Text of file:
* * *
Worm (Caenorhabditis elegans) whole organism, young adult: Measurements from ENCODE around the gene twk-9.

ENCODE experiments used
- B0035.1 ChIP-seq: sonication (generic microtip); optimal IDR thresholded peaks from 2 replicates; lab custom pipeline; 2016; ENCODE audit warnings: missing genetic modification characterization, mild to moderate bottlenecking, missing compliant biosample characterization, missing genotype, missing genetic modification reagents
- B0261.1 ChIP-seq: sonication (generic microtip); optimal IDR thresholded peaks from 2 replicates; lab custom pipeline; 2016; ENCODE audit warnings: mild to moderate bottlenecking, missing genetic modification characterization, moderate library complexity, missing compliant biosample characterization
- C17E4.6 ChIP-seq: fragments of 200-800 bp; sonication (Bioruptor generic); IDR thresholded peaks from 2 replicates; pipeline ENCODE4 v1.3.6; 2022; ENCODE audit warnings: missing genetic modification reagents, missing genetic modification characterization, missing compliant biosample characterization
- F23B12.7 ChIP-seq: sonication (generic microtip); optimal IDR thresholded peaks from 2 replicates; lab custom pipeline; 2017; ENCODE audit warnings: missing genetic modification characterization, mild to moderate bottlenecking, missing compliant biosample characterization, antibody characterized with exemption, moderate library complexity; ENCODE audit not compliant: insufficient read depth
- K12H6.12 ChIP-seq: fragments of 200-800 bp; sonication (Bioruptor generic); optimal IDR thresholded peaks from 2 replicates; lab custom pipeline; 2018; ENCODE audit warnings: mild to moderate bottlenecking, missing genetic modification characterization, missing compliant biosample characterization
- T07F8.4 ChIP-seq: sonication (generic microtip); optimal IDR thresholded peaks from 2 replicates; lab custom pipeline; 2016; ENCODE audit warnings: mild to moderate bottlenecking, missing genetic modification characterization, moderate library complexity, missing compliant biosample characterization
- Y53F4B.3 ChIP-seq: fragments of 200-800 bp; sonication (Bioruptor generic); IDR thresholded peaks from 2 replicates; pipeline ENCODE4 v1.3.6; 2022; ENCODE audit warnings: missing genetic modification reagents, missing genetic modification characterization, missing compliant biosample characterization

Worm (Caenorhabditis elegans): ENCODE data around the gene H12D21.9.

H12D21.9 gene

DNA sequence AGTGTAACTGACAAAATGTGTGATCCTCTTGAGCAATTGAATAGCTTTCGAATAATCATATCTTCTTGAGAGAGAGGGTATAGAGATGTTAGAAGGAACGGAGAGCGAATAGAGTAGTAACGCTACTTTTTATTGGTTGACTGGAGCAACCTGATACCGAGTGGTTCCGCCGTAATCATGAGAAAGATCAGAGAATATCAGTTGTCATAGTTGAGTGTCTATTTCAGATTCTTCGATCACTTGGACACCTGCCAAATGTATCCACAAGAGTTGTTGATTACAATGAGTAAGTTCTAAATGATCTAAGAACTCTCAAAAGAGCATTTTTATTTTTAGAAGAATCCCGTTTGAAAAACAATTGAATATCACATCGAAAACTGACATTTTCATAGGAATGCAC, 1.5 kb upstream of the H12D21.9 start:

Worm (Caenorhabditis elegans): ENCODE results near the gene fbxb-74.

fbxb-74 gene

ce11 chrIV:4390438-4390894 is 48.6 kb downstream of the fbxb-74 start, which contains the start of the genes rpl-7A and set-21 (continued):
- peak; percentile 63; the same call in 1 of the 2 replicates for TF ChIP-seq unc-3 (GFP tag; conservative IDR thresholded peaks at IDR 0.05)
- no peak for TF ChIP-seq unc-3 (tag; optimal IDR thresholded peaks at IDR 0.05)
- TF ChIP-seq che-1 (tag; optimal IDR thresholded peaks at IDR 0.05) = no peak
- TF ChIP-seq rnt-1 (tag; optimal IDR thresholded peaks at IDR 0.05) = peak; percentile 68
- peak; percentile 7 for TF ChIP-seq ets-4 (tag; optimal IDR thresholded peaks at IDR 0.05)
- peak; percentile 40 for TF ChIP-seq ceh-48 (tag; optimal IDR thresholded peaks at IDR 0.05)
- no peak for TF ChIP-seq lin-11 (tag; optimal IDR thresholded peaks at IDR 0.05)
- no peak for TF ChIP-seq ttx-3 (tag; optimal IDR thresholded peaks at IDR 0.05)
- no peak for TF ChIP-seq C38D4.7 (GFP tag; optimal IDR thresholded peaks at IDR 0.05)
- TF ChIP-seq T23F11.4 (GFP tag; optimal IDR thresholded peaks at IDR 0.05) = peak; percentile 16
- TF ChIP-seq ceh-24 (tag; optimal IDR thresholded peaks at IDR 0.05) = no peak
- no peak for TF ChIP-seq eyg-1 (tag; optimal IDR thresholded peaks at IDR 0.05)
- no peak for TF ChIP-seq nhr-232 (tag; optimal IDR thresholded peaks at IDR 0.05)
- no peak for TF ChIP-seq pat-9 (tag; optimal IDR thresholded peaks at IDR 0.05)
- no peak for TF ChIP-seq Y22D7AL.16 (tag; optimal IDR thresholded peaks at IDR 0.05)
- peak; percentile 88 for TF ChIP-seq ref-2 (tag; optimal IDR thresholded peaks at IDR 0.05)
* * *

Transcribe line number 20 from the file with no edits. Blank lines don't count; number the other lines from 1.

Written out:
- peak; percentile 7 for TF ChIP-seq ets-4 (tag; optimal IDR thresholded peaks at IDR 0.05)